THE Volkswagen Golf R is back, this time trying to face down some serious competition. It's come equipped though, packing all wheel drive, 300PS and capable of getting to 62mph in just 4.9 seconds. It'll also register better than 40mpg on the combined cycle. Your everyday supercar is here.
The car might seem a bit of a conundrum. On the one hand, it's a four-wheel drive, 300PS, two-litre turbo road rocket; the sort of car that you thought had gone out of fashion with the demise of the Subaru Impreza WRX and Mitsubishi Lancer Evo. On the other, it's a wholly civilised, beautifully built family hatch that can better 40mpg and emits less carbon dioxide than a VW Lupo GTI. That, more than its incredible performance figures, shows us how fast hatches have had to rehabilitate themselves or die.
The GTI might be the definitive sporty Golf but there are those for whom even this iconic sports hatch doesn't quite deliver the goods. They want more. More grip, more speed, more presence. The thing is, the market for exactly this sort of thing was turned on its head by BMW's M135i.
Here was a car that delivered more and delivered a premium badge in the process for less than £30,000. It was a game changer. Volkswagen needed to respond and deliver a vehicle that could put the upstart M135i in its place.
Step up the Golf R, a legitimate member of the 300PS club which fronts up with all-wheel drive and a sub £30k price tag.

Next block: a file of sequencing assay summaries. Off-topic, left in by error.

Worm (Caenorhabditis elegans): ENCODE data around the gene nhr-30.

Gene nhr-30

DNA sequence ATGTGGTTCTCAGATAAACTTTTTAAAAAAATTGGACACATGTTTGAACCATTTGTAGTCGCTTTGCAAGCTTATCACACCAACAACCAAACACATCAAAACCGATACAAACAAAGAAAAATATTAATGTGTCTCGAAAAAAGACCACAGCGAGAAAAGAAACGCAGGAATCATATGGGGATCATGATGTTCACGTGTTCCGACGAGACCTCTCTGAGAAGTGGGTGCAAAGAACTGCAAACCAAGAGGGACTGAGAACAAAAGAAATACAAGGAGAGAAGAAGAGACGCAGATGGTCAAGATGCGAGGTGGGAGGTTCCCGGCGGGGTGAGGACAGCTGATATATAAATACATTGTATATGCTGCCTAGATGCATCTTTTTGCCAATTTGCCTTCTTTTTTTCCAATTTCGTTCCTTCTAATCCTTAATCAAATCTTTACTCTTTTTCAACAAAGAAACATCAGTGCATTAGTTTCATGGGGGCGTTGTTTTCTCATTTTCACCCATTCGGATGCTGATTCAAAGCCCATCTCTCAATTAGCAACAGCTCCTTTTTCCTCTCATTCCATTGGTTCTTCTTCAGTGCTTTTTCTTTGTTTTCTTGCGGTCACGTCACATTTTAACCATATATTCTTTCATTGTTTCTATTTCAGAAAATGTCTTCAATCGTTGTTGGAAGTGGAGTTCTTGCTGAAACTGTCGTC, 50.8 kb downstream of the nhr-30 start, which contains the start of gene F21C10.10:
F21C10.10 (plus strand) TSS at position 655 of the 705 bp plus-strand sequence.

That 300PS power output is the headline number as far as the Golf R is concerned but delve a little deeper and you'll find some other facts that will stop you in your tracks. In manual form it gets to 62mph in 5.3 seconds, but unleash its potential with a DSG twin-clutch sequential transmission and it rockets through that benchmark in just 4.9 seconds.
The ride height is 20 mm lower than the standard Golf's and 5 mm lower than the GTI's. Apart from that hoovered-to-the-Tarmac ride height, the Golf R is distinguished by its revised front bumper assembly, indented with massive air inlets, a modified radiator grille with 'R' logo and daytime running lamps that are integrated into the standard bi-xenon headlights.
The interior features cloth sports seats with Alcantara bolsters, with leather upholstery available as an option, while the instrument dials are unique to the R and include some smart touches such as blue needles.
That sub £30,000 asking price nets you a manual Golf R three-door. You'll pay another £600 if you want a five-door. Offering strong value and no shortage of capability, it's hard to see how the Volkswagen Golf R can fail. Can it match the vivacity and excitement delivered by the likes of the BMW M135i?
That will very much depend on how you like your sports hatches but one thing's for sure, you've never had it so good.